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Municipal by-elections to be conducted within three months: Delhi HC

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New Delhi: The Delhi High Court ordered State Election Commission to conduct by-elections in 13 municipal wards in the national capital within three months.

A division bench of Chief Justice G Rohini and Justice Jayant Nath gave the directions to the poll panel while hearing a PIL filed by 20-year-old law student Sanjana Gahlot after she saw the poor condition of her village in west Delhi and later came to know that there was no counselor to look after the civic issues.

The PIL sought to hold by-elections in 13 wards and to fill casual vacancies in the councillorship in all the three Municipal Corporations of Delhi (MCD).

The state Election Commission told the court that it needed Rs.21 crore to conduct these elections.

The Delhi government also informed the court that it was in the process of evaluating the request by the state Election Commission for the release of funds and manpower for holding the by-elections.

A councilor is the most important elected representative in a ward. He/she addresses issues such as sanitation, cleanliness, development, the PIL stated.

The councilors of nine wards had resigned from their position in December 2013 after being elected as legislators in the Delhi assembly elections. Four more resigned after the February 2015 assembly polls. No by-elections have been held to fill these vacancies.

Seven wards in the South Delhi Municipal Corporation, four in North DMC and two in the East DMC are currently without councilors.(IANS)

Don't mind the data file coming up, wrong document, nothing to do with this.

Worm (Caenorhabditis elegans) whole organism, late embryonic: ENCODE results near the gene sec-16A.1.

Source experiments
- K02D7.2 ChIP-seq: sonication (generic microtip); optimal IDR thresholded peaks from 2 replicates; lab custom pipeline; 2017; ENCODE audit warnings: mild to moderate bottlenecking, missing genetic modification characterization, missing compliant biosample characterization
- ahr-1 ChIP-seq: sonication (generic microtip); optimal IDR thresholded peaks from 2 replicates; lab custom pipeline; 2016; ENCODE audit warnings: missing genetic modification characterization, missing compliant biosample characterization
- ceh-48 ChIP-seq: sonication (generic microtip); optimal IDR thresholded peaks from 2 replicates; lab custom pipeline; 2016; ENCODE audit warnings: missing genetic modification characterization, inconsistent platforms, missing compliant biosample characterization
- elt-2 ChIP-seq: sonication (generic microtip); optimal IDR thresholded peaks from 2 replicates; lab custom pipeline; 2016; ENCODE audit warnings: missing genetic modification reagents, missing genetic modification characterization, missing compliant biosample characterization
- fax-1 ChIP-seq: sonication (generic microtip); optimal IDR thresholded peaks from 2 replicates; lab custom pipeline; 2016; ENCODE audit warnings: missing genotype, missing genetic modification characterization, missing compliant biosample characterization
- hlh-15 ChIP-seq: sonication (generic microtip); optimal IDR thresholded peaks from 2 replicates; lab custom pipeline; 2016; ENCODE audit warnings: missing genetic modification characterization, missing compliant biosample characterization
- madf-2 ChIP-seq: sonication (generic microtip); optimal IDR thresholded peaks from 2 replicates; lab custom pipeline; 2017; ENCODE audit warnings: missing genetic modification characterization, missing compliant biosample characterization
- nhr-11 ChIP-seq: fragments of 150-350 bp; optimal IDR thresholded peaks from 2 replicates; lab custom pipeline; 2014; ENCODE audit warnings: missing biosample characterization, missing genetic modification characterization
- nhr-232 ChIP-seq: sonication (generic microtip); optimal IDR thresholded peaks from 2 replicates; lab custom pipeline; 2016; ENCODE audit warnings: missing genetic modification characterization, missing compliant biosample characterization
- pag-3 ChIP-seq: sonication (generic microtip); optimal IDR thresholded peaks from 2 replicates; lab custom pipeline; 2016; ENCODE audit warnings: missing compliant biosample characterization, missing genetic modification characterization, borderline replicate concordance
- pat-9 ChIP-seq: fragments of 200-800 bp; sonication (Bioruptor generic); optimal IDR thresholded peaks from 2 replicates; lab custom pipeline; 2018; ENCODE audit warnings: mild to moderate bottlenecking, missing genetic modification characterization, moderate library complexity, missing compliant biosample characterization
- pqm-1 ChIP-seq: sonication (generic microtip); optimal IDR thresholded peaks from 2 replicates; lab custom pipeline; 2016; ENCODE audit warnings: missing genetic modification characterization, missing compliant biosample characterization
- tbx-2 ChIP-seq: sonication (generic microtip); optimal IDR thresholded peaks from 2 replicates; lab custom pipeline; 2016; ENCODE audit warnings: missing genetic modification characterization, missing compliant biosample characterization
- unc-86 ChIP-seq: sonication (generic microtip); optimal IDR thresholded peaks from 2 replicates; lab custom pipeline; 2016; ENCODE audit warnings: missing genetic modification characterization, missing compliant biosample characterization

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Publishers Body Welcomes HC Order Lifting Non-NCERT Book Ban

"The ruling, in addition to providing convenience to children and parents, will also enable them to choose books depending on their preference,"

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Good education can reduce the impact of childhood abuse. Pixabay
Good education can reduce the impact of childhood abuse. Pixabay

The Association of Publishers in India (API) on Tuesday welcomed the Delhi High Court order which stipulated that sale of non-NCERT books must not be disallowed in CBSE-affiliated schools, calling the practice “discriminatory”.

“The court decision exemplifies the point that an ideal education system is the one that recognizes the role of multiple stakeholders and is learner-centric. The decision has been welcomed by not just students and parents but also by schools, private publishers, authors and others as it symbolizes ‘freedom of choice’ in education,” the representative body of publishers of academic texts said in a statement.

ALSO READ: The glorious tales of Chaar Sahibzaade to be included in NCERT syllabi

“The ruling, in addition to providing convenience to children and parents, will also enable them to choose books depending on their preference,” it said.

NCERT
Arguing that the sale of books, stationery and other items sold by the school be treated as “essential requirements”, the court last week in a decision refused to put a ban on these activities. Pixabay

 

In doing so, the court overturned the April 2017 injunction issued by the Central Board of Secondary Education (CBSE), which asked affiliating schools not to indulge in “commercial” activities.

ALSO READ: App allowing free download of all NCERT books to be launched soon

The court said the availability of uniforms, non-NCERT reference books or even food items for sale only to the students of the school does not fall in the category of and cannot at all be considered as commercialization.

Earlier in its circular, the board had asked the schools to “desist from the unhealthy practice of coercing parents to buy textbooks, notebooks, stationery, uniforms, shoes, school bags etc from within the premise or from selected vendors only” and directed them to operate as doing “community service” as per the board by-laws.

Minister of State for Human Resource Development Upendra Kushwaha, in December last year, told Parliament that CBSE has not directed students or schools to buy or prescribe NCERT books only. (IANS)

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